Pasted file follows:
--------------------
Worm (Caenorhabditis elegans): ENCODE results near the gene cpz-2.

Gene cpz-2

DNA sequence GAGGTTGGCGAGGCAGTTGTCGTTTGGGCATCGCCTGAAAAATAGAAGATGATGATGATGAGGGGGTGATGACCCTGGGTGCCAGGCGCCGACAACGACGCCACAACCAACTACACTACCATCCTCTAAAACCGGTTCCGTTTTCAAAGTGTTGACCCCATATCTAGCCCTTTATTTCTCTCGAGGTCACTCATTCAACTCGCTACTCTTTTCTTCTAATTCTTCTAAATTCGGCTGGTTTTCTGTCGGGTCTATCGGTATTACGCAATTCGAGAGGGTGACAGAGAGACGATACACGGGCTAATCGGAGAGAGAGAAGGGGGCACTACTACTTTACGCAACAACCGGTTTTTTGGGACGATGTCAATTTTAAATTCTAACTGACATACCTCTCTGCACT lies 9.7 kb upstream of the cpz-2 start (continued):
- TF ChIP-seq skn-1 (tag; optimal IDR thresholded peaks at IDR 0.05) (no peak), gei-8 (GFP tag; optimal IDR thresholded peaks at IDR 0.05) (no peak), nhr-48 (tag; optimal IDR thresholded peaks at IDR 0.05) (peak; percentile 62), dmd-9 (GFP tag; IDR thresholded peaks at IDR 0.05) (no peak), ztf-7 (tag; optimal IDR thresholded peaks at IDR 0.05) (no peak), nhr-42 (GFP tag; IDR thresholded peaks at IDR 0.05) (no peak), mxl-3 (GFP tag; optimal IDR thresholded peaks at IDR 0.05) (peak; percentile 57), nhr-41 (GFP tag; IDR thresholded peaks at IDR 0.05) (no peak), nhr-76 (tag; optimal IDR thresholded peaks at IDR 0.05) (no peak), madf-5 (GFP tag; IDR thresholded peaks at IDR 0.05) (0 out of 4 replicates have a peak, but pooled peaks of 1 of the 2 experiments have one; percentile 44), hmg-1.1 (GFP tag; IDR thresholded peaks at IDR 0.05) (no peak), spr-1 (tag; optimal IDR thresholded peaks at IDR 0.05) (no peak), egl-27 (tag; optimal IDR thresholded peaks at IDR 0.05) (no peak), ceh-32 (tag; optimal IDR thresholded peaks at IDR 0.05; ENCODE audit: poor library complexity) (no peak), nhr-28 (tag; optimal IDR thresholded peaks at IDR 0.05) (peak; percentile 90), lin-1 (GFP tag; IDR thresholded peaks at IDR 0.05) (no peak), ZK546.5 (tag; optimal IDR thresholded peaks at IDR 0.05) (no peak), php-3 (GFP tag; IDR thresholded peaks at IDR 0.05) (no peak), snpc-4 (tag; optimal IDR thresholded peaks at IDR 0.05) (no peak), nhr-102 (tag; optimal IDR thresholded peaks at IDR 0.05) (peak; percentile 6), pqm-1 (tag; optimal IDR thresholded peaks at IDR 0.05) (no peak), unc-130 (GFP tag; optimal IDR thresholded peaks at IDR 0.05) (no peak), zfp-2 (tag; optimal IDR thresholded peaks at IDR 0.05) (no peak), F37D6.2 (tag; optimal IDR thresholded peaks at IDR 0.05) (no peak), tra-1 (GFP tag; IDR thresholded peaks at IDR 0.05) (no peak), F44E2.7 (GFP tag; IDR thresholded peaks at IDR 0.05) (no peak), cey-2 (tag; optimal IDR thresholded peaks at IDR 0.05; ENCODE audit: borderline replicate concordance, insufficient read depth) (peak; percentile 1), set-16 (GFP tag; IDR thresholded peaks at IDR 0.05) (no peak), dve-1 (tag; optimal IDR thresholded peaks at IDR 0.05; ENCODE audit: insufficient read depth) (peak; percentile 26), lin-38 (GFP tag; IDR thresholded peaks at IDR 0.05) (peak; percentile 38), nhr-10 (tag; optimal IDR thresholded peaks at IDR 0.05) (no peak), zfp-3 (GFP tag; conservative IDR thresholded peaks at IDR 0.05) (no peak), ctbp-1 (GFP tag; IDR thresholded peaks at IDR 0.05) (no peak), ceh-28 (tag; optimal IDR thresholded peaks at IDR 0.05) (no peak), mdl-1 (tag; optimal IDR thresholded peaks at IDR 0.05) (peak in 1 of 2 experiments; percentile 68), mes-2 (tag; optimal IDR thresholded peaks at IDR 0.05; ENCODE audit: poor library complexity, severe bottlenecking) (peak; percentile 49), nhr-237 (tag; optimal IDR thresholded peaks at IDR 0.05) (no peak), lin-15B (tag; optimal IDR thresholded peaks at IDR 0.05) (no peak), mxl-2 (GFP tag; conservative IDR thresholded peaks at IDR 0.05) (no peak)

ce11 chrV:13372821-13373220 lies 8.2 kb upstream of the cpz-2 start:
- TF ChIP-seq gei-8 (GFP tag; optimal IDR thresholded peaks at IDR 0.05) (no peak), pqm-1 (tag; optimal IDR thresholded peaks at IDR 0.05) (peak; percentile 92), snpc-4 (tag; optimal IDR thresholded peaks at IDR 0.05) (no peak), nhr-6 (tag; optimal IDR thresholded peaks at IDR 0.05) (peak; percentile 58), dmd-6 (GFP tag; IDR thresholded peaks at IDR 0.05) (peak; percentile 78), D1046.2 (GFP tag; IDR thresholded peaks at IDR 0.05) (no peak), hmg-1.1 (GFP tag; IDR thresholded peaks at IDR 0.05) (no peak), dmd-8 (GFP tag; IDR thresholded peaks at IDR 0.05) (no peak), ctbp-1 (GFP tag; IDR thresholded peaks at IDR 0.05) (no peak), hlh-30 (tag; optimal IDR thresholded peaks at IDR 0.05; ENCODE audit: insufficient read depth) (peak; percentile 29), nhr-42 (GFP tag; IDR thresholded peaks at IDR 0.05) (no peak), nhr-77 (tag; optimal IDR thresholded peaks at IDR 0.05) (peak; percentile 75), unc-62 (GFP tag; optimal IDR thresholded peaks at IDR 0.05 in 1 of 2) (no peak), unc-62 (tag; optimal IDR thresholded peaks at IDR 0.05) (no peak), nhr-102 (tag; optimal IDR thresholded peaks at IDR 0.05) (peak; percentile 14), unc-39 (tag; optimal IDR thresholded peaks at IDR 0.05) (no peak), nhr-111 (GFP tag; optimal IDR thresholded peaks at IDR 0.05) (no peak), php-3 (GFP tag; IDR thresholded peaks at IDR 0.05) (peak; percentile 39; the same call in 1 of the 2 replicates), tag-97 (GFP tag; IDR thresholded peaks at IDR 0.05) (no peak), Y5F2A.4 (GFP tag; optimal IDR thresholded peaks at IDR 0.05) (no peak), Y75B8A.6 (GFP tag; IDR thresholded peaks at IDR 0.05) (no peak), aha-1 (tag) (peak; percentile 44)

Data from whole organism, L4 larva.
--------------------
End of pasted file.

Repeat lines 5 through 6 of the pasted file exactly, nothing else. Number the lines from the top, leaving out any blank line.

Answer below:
ce11 chrV:13372821-13373220 lies 8.2 kb upstream of the cpz-2 start:
- TF ChIP-seq gei-8 (GFP tag; optimal IDR thresholded peaks at IDR 0.05) (no peak), pqm-1 (tag; optimal IDR thresholded peaks at IDR 0.05) (peak; percentile 92), snpc-4 (tag; optimal IDR thresholded peaks at IDR 0.05) (no peak), nhr-6 (tag; optimal IDR thresholded peaks at IDR 0.05) (peak; percentile 58), dmd-6 (GFP tag; IDR thresholded peaks at IDR 0.05) (peak; percentile 78), D1046.2 (GFP tag; IDR thresholded peaks at IDR 0.05) (no peak), hmg-1.1 (GFP tag; IDR thresholded peaks at IDR 0.05) (no peak), dmd-8 (GFP tag; IDR thresholded peaks at IDR 0.05) (no peak), ctbp-1 (GFP tag; IDR thresholded peaks at IDR 0.05) (no peak), hlh-30 (tag; optimal IDR thresholded peaks at IDR 0.05; ENCODE audit: insufficient read depth) (peak; percentile 29), nhr-42 (GFP tag; IDR thresholded peaks at IDR 0.05) (no peak), nhr-77 (tag; optimal IDR thresholded peaks at IDR 0.05) (peak; percentile 75), unc-62 (GFP tag; optimal IDR thresholded peaks at IDR 0.05 in 1 of 2) (no peak), unc-62 (tag; optimal IDR thresholded peaks at IDR 0.05) (no peak), nhr-102 (tag; optimal IDR thresholded peaks at IDR 0.05) (peak; percentile 14), unc-39 (tag; optimal IDR thresholded peaks at IDR 0.05) (no peak), nhr-111 (GFP tag; optimal IDR thresholded peaks at IDR 0.05) (no peak), php-3 (GFP tag; IDR thresholded peaks at IDR 0.05) (peak; percentile 39; the same call in 1 of the 2 replicates), tag-97 (GFP tag; IDR thresholded peaks at IDR 0.05) (no peak), Y5F2A.4 (GFP tag; optimal IDR thresholded peaks at IDR 0.05) (no peak), Y75B8A.6 (GFP tag; IDR thresholded peaks at IDR 0.05) (no peak), aha-1 (tag) (peak; percentile 44)